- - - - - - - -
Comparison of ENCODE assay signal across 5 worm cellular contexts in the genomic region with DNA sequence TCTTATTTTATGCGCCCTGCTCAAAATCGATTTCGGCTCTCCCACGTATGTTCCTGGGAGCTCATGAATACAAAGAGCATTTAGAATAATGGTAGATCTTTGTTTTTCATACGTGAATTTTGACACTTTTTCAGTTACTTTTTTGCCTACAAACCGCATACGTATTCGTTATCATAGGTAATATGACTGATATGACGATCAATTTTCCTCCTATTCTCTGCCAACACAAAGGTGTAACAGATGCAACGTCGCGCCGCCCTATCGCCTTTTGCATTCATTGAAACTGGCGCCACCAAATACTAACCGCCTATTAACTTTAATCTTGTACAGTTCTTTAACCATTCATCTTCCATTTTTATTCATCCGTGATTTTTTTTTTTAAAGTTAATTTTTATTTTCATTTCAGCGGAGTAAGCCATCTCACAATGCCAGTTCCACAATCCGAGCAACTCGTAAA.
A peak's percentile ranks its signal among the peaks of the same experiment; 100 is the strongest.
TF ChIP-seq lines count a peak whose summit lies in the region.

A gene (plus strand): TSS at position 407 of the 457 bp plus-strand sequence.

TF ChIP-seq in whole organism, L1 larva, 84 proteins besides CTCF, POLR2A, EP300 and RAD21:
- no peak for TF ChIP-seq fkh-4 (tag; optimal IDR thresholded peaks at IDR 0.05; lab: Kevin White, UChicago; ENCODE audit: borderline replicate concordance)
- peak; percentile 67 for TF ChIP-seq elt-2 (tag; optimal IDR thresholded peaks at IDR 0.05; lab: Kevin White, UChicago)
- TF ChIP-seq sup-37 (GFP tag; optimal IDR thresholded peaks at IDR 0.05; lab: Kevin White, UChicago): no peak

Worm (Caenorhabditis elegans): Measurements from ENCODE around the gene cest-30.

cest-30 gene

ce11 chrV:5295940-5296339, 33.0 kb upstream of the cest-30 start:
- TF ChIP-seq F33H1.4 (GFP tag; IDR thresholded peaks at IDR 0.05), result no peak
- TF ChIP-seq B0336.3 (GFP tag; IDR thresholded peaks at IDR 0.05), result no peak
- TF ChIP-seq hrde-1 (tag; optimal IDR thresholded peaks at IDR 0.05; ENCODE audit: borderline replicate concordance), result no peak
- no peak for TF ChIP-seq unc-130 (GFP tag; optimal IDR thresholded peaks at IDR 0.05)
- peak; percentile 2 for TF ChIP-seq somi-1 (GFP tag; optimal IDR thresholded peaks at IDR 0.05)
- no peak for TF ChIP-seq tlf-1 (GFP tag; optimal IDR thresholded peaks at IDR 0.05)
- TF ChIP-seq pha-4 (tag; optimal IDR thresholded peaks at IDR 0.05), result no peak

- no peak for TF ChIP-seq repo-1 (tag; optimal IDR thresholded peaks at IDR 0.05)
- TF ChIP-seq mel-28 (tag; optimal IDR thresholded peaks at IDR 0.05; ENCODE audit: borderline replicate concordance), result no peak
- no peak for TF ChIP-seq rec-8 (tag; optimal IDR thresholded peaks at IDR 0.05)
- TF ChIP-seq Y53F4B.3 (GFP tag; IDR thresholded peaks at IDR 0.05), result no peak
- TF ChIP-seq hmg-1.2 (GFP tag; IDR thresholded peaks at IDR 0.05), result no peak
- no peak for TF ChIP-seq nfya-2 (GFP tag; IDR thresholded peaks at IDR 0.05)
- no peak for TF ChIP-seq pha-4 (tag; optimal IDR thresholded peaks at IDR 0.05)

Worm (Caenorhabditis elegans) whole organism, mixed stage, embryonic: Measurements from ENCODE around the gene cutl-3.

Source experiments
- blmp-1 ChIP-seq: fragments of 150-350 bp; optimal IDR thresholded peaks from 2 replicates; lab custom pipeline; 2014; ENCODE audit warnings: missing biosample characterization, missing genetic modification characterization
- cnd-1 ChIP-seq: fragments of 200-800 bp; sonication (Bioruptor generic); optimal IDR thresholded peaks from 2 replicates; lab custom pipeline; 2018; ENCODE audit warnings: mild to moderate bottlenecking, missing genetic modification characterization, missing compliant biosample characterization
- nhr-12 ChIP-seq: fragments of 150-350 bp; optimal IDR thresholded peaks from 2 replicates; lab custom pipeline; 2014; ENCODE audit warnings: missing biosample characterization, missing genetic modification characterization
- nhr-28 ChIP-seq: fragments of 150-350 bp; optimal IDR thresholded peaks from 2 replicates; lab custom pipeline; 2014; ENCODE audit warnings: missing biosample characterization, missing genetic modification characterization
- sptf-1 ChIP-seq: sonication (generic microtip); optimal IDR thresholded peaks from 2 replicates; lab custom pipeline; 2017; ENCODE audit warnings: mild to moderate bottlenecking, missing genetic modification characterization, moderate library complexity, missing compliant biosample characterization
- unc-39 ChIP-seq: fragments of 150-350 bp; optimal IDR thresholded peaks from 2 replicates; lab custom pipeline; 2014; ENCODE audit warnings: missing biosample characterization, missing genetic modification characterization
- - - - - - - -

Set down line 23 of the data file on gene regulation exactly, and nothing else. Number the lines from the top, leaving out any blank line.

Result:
- TF ChIP-seq hmg-1.2 (GFP tag; IDR thresholded peaks at IDR 0.05), result no peak